Other benefits include increased realty prices and desirability; provides amenity space previously unused; creates new habitat areas; filters storm water of heavy metals; plants sequest carbon, filter air & produce oxygen; reduces storm water runoff at peak flow times, which mitigates flood events and damage costs; fire retardant Australian plants can protect houses during bush-fires; food can be commercially grown on roof-tops and delivered locally—with minimal transport costs and less emissions.

Green roofs are a win-win scenario.


Green Roof Design for Facebook's New Campus

Green Roof Design for Facebook’s New Campus


3.  What would be the cost for a typical roof?

Depends on all the variables—plant specifications, soil depth, irrigation, engineering—it’s not prescriptive. However, it is a roof system and should be considered at the start of a project rather than at the end, which is wrong. It should also be considered for the long term savings in insulation, extra usable space, improving the longevity of the roof membrane from radiation, hail, et cetera. Government should subsidise anyone installing a green roof because of the subsequent benefits.

I think we are lethargic about our bountiful ecosystem services in this country because there is no value associated with our blue sky, clean air, landscapes, oceans… Yet if you mine that landscape, there is value in what you take out.

I prefer we value our ecosystem now rather than when it’s gone.


4.  Which country is leading the way in green roofs?

Germany and Switzerland because they spend the most on research and have the best policy for giving incentives. They know the benefits, they have been installing them for 40 years commercially, and it’s part of their urban planning big picture for ‘Green Cities’.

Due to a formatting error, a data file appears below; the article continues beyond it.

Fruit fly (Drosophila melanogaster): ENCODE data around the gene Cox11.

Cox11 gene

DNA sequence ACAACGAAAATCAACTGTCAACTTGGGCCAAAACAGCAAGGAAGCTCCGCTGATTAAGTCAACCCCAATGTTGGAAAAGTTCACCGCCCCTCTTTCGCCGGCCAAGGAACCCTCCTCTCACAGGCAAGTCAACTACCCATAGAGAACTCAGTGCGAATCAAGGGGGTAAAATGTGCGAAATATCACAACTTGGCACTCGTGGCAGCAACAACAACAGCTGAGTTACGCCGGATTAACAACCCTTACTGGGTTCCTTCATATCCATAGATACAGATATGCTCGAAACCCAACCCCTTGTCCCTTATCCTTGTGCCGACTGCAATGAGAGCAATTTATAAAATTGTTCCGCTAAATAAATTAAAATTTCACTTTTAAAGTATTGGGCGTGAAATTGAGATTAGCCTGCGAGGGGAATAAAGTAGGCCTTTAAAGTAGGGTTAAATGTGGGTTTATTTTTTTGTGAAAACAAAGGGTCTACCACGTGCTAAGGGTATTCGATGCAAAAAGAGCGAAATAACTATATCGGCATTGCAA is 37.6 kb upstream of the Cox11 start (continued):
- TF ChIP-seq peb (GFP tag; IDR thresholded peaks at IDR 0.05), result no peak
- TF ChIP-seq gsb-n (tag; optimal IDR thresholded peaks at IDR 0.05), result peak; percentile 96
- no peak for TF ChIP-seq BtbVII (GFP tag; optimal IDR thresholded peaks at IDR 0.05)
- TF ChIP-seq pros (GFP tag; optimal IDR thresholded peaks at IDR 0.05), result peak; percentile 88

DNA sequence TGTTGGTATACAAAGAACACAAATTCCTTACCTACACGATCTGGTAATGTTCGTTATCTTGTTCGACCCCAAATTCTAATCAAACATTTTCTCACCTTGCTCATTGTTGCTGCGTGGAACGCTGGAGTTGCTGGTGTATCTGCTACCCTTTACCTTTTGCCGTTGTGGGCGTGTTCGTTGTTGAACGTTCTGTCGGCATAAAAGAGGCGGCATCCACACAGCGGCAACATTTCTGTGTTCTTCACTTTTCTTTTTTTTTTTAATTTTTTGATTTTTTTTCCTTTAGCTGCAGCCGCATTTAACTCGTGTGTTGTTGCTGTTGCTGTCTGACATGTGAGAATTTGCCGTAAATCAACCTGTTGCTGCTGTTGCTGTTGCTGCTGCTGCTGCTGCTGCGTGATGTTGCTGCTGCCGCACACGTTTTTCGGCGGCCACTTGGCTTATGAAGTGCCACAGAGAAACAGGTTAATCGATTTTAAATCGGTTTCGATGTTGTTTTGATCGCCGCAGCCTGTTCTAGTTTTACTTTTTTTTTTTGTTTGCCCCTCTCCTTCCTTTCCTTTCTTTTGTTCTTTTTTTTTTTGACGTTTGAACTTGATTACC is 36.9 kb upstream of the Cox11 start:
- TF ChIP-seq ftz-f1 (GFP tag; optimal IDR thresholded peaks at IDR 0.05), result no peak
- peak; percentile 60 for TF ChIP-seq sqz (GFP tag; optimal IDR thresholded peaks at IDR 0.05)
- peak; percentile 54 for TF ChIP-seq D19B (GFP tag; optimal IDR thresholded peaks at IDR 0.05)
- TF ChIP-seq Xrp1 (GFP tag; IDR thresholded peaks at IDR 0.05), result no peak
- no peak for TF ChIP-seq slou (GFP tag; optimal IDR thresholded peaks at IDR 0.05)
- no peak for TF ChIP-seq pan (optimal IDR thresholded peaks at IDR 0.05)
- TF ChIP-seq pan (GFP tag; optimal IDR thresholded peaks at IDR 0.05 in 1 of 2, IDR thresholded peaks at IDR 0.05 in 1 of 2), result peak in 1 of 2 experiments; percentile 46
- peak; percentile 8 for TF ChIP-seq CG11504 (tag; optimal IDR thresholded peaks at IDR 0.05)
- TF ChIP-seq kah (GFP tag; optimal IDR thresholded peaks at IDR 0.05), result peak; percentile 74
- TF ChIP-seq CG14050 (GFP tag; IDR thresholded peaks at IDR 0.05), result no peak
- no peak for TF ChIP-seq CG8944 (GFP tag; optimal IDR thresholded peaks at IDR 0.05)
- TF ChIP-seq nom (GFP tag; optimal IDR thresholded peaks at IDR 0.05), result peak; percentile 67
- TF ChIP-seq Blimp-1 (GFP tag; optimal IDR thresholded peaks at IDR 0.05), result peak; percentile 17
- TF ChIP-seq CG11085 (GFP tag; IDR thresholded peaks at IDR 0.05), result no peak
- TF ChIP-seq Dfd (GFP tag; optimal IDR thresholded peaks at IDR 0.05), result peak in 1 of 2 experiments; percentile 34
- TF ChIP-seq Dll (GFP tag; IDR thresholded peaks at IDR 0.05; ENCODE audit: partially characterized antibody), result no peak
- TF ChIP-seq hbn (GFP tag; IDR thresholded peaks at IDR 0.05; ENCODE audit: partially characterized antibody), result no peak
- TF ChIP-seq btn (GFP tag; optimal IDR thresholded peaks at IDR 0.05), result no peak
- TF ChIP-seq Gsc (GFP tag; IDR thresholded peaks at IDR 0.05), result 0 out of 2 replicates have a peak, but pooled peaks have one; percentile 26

If governments lead the way then commerce will follow.


Squamish Liloet Cultural Centre (Vancouver)

Squamish Liloet Cultural Centre (Vancouver)


5.  How does Australia stack up?

I would like Government to speed up the transition from the Brown Economy and move into the Green Economy, however there is a lack of vision and courage which is linked to our four year term of power and a three tier administration between Federal, State & Local—just can’t be progressive.


6.  What new industry developments excite you the most?

Growing food commercially in urban areas. The population is expanding too fast and we will require food being grown on and in buildings.


California Academy of Sciences, San Francisco

California Academy of Sciences, San Francisco


7.  Can green roofs be applied to residential homes?

Any building with a suitable roof surface which is waterproof. Green roofs don’t create leaks in roofs. If the roof substrate is correct then there will not be leaks. We’ve grown green roofs on a slope of 45 degs.


8.  What are some tips for people who may want to try some green roofing on their homes?

Start with the garage or the garden shed: support it, seal it, drain it, plant it, grow it.


Visit Green Roofs Australasia for more resources and membership options.


Stay tuned to GoodWorks as we explore green roofs in the future.